Ask a Lawyer – “When can a police officer demand that I take a breathalyzer test?”
The current Criminal Code of Canada gives broad discretion to peace officers, including police officers, to demand that a person take a breathalyzer test, including but not limited to the following situations:
- The officer has reasonable grounds to suspect that the person has some amount of alcohol or drugs in their body and that the person has driven a vehicle within the last three hours;
- The officer has reasonable grounds to believe that a person has driven while impaired to any degree by alcohol or drugs;
- The officer has reasonable grounds to believe that within two hours of driving a vehicle, a person has a blood alcohol concentration that is equal to or exceeds 80 mg of alcohol in 100 mL of blood;
The question of what constitutes “reasonable grounds to suspect” and/or “reasonable grounds to believe” depends on each particular situation as a whole. Some relevant factors include: avoiding eye contact, red or watery or droopy eyes, enlarged pupils, flushed face, stuttered speech, alcohol smell on the breath or coming from the vehicle, open alcohol in the vehicle, fumbling, unsteady walk/wavering, very deliberate or slow movements, erratic or dangerous driving, speeding, a car accident (and the accident scene), and eyewitness reports regarding any of these factors.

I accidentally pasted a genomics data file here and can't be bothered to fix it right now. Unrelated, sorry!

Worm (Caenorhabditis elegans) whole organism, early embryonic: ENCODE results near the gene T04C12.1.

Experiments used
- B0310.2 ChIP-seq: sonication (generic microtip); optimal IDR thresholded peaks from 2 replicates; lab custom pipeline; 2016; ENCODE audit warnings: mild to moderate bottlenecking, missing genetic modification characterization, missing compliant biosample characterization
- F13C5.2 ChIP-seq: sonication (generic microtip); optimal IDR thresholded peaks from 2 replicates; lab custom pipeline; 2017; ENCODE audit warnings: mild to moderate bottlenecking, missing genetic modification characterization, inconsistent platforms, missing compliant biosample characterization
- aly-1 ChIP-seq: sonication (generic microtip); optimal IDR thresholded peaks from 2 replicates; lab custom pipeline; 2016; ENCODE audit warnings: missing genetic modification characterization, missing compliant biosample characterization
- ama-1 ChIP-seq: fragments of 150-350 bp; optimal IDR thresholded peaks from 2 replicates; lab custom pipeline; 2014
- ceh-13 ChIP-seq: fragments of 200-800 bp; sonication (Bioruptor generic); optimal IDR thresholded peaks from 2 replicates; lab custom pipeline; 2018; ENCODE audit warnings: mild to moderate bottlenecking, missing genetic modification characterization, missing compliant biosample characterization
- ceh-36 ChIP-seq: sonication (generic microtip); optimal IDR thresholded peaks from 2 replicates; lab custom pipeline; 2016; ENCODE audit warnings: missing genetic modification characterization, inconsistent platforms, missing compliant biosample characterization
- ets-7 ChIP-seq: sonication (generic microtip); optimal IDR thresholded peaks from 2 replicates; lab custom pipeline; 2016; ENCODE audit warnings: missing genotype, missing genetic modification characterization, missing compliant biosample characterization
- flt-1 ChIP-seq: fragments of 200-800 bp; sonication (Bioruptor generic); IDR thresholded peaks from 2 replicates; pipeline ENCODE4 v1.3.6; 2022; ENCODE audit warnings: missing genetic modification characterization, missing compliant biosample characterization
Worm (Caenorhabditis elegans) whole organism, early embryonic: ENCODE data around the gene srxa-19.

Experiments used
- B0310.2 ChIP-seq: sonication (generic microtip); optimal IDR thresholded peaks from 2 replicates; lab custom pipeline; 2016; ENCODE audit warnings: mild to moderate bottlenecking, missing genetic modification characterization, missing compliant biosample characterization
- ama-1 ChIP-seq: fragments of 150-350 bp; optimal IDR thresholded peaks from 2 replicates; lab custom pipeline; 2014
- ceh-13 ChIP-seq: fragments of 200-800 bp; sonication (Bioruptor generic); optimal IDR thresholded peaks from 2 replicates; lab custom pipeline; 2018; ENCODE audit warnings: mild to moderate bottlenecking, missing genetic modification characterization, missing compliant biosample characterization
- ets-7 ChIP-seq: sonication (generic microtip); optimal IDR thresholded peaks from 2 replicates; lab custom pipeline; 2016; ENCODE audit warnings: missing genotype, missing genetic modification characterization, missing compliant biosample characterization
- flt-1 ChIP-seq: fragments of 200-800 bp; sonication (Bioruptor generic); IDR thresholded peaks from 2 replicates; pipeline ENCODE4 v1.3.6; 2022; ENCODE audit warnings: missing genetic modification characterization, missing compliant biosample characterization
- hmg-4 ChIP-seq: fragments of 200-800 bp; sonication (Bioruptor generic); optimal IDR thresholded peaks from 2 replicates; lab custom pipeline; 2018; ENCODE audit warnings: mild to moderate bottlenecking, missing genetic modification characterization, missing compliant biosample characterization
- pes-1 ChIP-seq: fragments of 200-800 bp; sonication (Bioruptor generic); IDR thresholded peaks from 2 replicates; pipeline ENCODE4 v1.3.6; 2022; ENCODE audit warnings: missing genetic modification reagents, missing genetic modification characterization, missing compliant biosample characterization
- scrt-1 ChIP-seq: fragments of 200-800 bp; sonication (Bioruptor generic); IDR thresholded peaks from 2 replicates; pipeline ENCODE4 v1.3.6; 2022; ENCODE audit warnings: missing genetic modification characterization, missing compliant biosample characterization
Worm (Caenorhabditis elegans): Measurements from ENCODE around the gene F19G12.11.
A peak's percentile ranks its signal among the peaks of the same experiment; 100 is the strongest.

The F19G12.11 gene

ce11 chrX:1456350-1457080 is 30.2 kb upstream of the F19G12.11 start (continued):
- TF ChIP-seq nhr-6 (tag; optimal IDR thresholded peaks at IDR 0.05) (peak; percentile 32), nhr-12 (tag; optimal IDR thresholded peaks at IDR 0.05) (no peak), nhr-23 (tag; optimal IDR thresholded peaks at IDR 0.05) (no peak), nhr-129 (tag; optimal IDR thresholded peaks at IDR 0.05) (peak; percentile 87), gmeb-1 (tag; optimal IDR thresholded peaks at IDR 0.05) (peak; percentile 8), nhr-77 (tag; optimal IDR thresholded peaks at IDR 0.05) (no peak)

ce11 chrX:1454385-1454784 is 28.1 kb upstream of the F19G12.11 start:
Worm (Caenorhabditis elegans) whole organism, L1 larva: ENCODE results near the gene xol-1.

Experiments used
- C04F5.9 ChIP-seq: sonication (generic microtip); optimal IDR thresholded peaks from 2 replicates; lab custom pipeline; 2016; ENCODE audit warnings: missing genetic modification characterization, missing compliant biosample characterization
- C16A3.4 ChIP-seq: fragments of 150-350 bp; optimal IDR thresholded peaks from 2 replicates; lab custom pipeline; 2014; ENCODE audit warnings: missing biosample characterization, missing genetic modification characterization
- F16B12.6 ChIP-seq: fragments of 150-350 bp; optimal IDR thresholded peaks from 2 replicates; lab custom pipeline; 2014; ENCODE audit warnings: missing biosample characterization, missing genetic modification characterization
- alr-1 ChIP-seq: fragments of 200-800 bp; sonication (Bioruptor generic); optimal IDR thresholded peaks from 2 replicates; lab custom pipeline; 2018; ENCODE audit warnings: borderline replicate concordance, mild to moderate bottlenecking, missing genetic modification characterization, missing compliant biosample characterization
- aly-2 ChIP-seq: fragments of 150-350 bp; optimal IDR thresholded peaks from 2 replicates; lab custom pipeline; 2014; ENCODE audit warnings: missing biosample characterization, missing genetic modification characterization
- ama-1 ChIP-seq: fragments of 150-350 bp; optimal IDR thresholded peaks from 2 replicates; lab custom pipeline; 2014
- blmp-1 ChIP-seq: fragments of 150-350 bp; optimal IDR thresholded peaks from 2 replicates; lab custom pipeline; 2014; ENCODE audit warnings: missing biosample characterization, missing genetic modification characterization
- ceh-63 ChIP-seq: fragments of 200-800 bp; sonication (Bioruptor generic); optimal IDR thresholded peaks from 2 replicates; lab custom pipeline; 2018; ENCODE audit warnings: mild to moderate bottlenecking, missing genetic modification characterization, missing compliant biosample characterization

Usually, more than one of these factors are present and are considered altogether, when a court decides that an officer’s suspicion or belief was reasonable, and that it was appropriate for the officer to have asked for a breathalyzer test to be taken. For further information, please contact us to speak to one of our lawyers.